Once you leave the city behind the route is lined with trees, wildflowers and views of fields. You might just be lucky to spot a dormouse scampering across the path or a buzzard resting on a tree branch. Have fun discovering the old station buildings and platforms along the path- they each have information panels so that you can read about their history. After 3.5 miles there is a delightful secret garden a short diversion from Cults Station - Allan Park. It is a good spot for a picnic.

Next, it's castle time. After about seven miles, divert from the cycle route for 1.5 miles to reach Drum Castle. There is a woodland walk with a hidden playground. Climb the steps of the castle’s tower for the rooftop views and head to the kitchens for freshly baked scones. It’s eight more miles to Banchory where you can spend the night.

On day two return to Aberdeen, but make a stop at Milton of Crathes, three miles from Banchory. Here, you can ride the vintage Deeside Railway. The front seats look onto the driver’s cab and give a view of the track. Enjoy a snack in the buffet carriages and then cycle five minutes to Crathes Castle. Tour the interior and learn about the Green Lady Ghost. There are nature trails where you might spot red squirrels, otters and roe deer. Then there is Go Ape, a tree-top adventure with zip lines, rope ladders and Tarzan swings.

On to Balmoral

The Deeside Way continues for another 24 miles to Ballater. From there it is 8.5 miles to Balmoral Castle, the Scottish home of the British royal family, where you can visit the ballroom and the gardens. However, there is currently a gap in the cycle path which means cycling on a busy road for five miles - not recommended for families.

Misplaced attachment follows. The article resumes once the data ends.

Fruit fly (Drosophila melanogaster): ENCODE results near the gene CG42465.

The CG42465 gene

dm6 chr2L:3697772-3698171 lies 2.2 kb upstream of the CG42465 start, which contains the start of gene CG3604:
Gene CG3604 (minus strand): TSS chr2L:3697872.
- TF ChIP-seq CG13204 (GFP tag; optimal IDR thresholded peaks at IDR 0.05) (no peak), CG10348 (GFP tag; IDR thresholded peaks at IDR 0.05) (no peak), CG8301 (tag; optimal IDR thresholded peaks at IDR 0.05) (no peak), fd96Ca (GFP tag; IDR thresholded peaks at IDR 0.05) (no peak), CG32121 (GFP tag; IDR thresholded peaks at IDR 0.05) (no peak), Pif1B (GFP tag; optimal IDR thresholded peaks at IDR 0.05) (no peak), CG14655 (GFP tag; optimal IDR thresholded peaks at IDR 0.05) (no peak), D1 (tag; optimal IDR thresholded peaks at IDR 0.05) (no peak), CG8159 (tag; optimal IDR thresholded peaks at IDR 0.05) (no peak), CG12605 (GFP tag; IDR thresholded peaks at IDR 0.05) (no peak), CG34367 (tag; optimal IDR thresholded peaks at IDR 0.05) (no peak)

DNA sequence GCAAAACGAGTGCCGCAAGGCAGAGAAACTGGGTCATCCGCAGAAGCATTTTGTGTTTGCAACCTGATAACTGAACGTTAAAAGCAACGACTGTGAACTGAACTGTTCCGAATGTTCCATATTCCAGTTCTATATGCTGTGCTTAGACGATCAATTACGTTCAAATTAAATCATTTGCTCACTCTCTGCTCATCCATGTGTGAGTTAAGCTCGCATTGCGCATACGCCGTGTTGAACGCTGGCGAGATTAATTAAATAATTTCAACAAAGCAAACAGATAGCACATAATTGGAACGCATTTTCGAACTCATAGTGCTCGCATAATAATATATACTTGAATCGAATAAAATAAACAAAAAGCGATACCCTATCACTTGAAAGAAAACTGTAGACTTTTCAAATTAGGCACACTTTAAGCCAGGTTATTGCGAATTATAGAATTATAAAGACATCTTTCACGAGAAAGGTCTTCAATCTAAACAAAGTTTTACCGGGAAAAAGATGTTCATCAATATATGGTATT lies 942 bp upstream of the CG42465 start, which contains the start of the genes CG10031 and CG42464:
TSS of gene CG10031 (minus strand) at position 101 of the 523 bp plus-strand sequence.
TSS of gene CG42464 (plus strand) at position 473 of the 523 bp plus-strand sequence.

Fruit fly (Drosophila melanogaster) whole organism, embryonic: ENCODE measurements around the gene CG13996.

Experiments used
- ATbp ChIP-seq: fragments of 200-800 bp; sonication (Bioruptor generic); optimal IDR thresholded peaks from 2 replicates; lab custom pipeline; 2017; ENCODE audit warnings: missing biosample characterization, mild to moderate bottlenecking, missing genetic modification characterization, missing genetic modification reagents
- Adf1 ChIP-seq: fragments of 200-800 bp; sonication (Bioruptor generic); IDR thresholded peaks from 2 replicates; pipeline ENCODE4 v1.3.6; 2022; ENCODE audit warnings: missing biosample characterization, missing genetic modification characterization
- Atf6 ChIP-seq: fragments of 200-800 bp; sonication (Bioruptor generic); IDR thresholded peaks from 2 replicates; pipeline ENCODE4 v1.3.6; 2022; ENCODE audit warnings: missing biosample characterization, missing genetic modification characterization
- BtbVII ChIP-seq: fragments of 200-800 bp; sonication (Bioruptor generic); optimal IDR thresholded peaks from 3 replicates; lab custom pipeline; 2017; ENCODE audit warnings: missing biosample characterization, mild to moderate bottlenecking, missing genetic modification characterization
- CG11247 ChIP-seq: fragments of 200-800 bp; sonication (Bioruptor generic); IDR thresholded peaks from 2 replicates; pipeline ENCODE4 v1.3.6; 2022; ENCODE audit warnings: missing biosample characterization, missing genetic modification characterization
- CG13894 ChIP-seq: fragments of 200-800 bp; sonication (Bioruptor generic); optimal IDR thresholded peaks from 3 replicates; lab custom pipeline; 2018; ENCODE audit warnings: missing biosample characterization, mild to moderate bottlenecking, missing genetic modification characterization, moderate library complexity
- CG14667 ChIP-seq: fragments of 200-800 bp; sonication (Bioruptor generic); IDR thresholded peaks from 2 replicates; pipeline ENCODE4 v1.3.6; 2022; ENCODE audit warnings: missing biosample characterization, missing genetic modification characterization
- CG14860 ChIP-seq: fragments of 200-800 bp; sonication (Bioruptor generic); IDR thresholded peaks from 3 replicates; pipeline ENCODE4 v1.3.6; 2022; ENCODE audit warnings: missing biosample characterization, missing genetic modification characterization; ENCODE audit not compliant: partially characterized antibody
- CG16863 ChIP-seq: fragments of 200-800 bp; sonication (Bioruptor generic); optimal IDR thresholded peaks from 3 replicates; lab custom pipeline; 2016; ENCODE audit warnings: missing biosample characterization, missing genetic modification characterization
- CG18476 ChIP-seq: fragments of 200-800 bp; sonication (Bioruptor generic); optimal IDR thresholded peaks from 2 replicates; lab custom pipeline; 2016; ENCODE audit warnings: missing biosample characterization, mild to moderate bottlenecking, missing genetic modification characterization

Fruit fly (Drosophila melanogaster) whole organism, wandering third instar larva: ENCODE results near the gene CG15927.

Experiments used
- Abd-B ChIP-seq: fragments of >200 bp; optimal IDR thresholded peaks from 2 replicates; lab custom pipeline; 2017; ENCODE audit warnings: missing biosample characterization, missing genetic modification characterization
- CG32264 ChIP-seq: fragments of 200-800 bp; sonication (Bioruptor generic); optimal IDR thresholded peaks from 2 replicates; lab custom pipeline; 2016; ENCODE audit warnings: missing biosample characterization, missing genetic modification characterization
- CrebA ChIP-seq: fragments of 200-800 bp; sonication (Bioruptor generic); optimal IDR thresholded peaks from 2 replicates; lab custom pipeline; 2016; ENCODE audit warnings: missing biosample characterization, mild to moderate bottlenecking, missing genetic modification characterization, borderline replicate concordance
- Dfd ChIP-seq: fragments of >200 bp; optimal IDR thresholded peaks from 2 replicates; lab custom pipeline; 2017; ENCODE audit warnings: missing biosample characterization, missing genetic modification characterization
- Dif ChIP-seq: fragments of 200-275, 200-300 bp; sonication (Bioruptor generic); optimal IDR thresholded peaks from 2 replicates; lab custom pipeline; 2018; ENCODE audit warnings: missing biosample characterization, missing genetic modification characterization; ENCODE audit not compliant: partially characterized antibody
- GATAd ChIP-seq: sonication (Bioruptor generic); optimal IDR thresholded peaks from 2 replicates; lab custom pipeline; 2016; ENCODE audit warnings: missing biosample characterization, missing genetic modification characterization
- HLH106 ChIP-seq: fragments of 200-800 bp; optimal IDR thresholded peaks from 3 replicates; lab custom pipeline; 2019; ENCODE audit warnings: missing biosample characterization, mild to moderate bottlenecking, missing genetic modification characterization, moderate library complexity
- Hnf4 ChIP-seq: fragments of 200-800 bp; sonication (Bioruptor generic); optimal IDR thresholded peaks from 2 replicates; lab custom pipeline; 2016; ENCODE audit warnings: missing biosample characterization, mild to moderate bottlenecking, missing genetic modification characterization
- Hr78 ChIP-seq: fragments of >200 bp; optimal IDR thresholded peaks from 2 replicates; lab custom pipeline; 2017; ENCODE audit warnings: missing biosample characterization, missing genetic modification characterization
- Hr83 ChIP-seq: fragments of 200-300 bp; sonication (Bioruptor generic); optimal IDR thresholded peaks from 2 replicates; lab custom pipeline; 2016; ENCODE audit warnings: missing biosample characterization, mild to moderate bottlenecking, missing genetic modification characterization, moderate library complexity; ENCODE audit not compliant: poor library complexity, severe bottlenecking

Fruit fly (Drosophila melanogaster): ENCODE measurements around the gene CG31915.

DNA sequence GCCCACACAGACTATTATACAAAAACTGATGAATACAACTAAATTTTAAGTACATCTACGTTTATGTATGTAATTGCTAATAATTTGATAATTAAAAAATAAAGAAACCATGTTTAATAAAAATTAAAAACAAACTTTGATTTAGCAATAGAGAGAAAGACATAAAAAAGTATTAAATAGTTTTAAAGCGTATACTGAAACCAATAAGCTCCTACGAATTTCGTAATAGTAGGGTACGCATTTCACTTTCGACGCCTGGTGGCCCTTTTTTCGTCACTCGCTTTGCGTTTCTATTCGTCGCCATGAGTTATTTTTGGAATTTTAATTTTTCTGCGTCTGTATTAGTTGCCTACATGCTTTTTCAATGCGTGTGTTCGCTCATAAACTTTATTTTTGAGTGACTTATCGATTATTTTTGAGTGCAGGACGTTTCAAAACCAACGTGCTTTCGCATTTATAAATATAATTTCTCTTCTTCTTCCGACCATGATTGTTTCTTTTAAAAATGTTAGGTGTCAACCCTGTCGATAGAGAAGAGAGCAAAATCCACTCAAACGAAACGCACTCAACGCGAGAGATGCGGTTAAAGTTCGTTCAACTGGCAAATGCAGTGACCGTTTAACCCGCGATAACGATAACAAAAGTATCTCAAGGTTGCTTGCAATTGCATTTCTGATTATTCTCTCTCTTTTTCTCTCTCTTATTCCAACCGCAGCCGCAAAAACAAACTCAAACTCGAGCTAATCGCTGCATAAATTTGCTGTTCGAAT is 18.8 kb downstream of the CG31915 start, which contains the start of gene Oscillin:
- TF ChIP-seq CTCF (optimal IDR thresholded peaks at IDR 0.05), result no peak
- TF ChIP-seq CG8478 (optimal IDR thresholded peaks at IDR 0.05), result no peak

Scotland Oban High Angle View of Town ED ONLY

View of Oban town, Scotland

Glen Lonan and the Island of Colonsay

Scotland’s islands offer glorious cycling with roads that are generally much quieter than mainland roads. It’s also a lot of fun to travel on a Calmac (Caledonian MacBrayne) ferry and explore an island.

Glen Lonan and the Island of Colonsay

Distance: 35-45 miles

Riding time: Two days (four to six hours in the saddle)

Difficulty: Moderate

Suitable for: Older kids and experienced cyclists

Day one begins on the mainland at Taynuilt. If you are using the train, it is two stops before Oban. The 12-mile cycle through Glen Lonan to Oban is on a blissfully quiet single-track road. It twists and turns, rises and falls, giving plenty of variety to the ride. The views of the pointy mountains are particularly magnificent.​ Best of all is that Highland cattle can often be seen straying onto this road

Most of the ferry departures to Colonsay are later in the day, so there’s time for sweet treats at Oban Chocolate Company. Work off the cake on the 5-mile ride to Dunstaffnage Castle which passes the superb beach at Ganavan Sands. The thirteenth-century castle was besieged by Robert the Bruce and the spiral staircases, towers and walkways are made for adventures.

The 2.5-hour boat trip over to Colonsay offers up fantastic views and dinner onboard—the Calmac macaroni cheese is legendary. Check-in to your accommodation - the island has a hotel, backpackers lodge and several self-catering cottages.

On day two the island is yours to explore by bike. It’s only 10 miles long and there is next to no traffic on the roads. Make sure to visit Kiloran beach, one of Scotland’s most beautiful and cows sometimes wander onto the sands. Browse the island’s bookshop, visit the museum and look out for the standing stone as you pedal around. Seals, golden eagles and otters can be seen on Colonsay and look out for the beautiful wildflowers on road verges. At low tide, you can walk over to the adjacent island of Oronsay where there is a 14th-century priory.

Scotland Dunrobin Castle ED ONLY

Dunrobin Castle, Scotland

Strath Brora, Sutherland

Sutherland is a region in Scotland’s far north where the landscapes are epic and options for quiet cycling routes are numerous. Base yourself at Rogart train station. Here, old train carriages have been converted into sleeping accommodation with a self-catering kitchen. They retain their original seats and even their emergency pull cords. From here, there are days worth of single-track roads to explore by bike.

Strath Brora

Distance: 41-52 miles

Riding time: Two days (six to eight hours in the saddle)

Difficulty: Hard

Suitable for: Older kids and experienced cyclists